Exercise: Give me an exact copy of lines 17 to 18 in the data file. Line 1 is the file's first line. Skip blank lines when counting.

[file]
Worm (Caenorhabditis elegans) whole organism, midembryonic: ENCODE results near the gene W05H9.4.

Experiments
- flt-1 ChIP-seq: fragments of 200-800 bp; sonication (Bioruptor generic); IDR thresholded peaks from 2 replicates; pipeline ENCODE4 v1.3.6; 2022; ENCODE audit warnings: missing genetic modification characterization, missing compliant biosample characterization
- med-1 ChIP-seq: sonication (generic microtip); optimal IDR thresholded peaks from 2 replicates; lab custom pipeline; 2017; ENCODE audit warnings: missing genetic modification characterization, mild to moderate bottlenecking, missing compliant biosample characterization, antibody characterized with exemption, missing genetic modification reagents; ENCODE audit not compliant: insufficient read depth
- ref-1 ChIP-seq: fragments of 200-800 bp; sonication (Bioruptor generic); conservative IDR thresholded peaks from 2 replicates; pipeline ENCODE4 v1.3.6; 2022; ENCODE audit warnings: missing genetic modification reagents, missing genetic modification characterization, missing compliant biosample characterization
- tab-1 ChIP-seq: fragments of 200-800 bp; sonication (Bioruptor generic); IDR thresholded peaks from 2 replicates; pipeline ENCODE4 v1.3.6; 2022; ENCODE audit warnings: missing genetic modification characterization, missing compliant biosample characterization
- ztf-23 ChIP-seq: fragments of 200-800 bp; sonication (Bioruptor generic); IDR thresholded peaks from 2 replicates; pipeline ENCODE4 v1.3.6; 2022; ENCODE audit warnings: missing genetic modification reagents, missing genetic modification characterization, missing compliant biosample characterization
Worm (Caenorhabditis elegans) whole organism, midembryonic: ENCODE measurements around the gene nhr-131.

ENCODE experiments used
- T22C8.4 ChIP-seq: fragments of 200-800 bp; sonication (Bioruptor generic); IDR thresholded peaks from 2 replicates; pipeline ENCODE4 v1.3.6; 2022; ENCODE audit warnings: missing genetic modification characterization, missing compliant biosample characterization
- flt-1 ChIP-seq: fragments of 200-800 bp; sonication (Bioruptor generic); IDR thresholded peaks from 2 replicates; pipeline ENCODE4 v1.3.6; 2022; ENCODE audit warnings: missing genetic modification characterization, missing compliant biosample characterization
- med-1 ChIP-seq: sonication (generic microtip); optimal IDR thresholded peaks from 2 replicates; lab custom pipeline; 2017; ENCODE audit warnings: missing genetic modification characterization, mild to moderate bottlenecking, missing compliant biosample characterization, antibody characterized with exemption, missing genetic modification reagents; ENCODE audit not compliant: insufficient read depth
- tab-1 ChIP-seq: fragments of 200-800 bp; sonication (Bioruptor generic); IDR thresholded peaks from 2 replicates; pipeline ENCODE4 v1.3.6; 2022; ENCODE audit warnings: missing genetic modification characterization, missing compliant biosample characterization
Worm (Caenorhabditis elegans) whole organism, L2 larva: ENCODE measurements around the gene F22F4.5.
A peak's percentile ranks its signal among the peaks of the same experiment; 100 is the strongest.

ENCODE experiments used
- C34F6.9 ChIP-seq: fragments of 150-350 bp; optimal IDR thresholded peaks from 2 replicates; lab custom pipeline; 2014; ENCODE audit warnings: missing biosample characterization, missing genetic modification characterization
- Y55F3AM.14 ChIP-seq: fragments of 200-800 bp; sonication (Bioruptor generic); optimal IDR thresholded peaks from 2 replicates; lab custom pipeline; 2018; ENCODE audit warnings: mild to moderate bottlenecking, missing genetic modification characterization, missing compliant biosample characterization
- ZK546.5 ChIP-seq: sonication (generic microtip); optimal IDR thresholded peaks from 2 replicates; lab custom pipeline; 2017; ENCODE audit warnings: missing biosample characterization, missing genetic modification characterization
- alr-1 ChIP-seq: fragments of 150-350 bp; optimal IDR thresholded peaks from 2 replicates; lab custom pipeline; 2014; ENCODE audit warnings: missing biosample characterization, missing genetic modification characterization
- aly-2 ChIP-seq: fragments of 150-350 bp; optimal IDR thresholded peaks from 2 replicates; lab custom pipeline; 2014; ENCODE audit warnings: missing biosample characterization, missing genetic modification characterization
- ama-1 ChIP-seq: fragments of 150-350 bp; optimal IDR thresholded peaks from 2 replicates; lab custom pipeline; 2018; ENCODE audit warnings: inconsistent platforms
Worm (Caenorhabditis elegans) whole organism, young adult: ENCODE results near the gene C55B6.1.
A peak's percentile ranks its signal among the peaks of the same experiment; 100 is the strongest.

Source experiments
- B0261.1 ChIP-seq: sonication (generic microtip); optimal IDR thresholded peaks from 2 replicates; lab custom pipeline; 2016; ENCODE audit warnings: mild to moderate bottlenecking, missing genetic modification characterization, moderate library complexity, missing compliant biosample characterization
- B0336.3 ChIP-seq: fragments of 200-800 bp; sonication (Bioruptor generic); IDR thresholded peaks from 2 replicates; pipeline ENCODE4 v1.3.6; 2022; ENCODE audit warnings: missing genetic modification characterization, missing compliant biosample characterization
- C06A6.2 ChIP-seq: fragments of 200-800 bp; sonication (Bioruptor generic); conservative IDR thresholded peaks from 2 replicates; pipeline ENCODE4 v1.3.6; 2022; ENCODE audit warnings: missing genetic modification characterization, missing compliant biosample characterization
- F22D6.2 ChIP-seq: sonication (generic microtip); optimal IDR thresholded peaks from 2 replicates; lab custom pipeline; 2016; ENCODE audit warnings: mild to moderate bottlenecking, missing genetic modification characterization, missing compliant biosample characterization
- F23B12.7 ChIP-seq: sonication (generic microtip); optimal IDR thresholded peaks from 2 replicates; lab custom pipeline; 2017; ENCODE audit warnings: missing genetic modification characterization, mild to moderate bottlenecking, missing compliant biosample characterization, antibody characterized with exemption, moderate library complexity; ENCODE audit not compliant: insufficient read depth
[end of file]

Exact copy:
- C34F6.9 ChIP-seq: fragments of 150-350 bp; optimal IDR thresholded peaks from 2 replicates; lab custom pipeline; 2014; ENCODE audit warnings: missing biosample characterization, missing genetic modification characterization
- Y55F3AM.14 ChIP-seq: fragments of 200-800 bp; sonication (Bioruptor generic); optimal IDR thresholded peaks from 2 replicates; lab custom pipeline; 2018; ENCODE audit warnings: mild to moderate bottlenecking, missing genetic modification characterization, missing compliant biosample characterization